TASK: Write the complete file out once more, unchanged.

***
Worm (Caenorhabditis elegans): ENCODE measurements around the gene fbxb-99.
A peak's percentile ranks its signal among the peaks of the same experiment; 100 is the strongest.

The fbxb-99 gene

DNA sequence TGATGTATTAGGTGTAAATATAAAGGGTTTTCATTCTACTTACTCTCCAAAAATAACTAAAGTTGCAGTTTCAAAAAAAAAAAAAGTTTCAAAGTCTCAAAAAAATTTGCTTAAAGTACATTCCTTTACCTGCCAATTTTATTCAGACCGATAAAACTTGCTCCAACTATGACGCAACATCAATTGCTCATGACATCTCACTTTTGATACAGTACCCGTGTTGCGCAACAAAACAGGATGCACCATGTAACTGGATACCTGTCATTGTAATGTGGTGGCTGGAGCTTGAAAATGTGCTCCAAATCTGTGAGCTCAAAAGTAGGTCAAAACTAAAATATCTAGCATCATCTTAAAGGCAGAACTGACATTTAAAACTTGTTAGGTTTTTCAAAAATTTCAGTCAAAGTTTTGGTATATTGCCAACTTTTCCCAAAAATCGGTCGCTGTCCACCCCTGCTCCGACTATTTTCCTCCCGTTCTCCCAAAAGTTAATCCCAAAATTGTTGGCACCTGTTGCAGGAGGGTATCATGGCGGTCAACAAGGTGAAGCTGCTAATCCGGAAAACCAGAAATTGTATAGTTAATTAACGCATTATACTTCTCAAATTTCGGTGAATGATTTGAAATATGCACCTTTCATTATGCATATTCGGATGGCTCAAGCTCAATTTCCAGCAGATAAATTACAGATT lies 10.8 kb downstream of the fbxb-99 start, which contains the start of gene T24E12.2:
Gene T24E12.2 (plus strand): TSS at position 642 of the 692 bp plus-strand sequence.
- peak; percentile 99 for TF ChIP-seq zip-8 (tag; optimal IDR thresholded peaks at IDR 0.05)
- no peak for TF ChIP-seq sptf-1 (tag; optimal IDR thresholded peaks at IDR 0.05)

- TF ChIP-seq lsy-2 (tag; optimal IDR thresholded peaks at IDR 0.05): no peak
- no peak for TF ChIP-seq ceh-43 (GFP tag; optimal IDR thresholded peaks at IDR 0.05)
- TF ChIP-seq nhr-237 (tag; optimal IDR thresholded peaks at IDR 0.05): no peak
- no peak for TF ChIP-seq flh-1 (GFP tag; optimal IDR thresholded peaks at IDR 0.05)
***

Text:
Worm (Caenorhabditis elegans): ENCODE measurements around the gene fbxb-99.
A peak's percentile ranks its signal among the peaks of the same experiment; 100 is the strongest.

The fbxb-99 gene

DNA sequence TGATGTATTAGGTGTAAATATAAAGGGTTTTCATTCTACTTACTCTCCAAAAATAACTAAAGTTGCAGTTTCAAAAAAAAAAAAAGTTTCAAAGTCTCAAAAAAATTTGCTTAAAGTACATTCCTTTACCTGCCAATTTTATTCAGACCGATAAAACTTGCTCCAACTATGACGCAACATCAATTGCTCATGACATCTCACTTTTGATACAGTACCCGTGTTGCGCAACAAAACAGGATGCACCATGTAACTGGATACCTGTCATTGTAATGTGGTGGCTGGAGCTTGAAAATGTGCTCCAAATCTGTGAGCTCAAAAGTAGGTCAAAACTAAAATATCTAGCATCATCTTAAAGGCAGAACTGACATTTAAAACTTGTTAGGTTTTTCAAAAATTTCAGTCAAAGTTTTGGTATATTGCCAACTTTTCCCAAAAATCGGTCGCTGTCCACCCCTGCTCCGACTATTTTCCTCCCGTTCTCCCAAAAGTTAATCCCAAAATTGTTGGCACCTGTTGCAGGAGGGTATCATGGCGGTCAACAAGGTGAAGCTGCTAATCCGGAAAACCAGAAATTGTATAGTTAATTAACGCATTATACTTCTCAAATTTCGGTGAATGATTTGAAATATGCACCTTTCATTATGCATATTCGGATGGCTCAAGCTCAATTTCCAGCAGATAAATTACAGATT lies 10.8 kb downstream of the fbxb-99 start, which contains the start of gene T24E12.2:
Gene T24E12.2 (plus strand): TSS at position 642 of the 692 bp plus-strand sequence.
- peak; percentile 99 for TF ChIP-seq zip-8 (tag; optimal IDR thresholded peaks at IDR 0.05)
- no peak for TF ChIP-seq sptf-1 (tag; optimal IDR thresholded peaks at IDR 0.05)

- TF ChIP-seq lsy-2 (tag; optimal IDR thresholded peaks at IDR 0.05): no peak
- no peak for TF ChIP-seq ceh-43 (GFP tag; optimal IDR thresholded peaks at IDR 0.05)
- TF ChIP-seq nhr-237 (tag; optimal IDR thresholded peaks at IDR 0.05): no peak
- no peak for TF ChIP-seq flh-1 (GFP tag; optimal IDR thresholded peaks at IDR 0.05)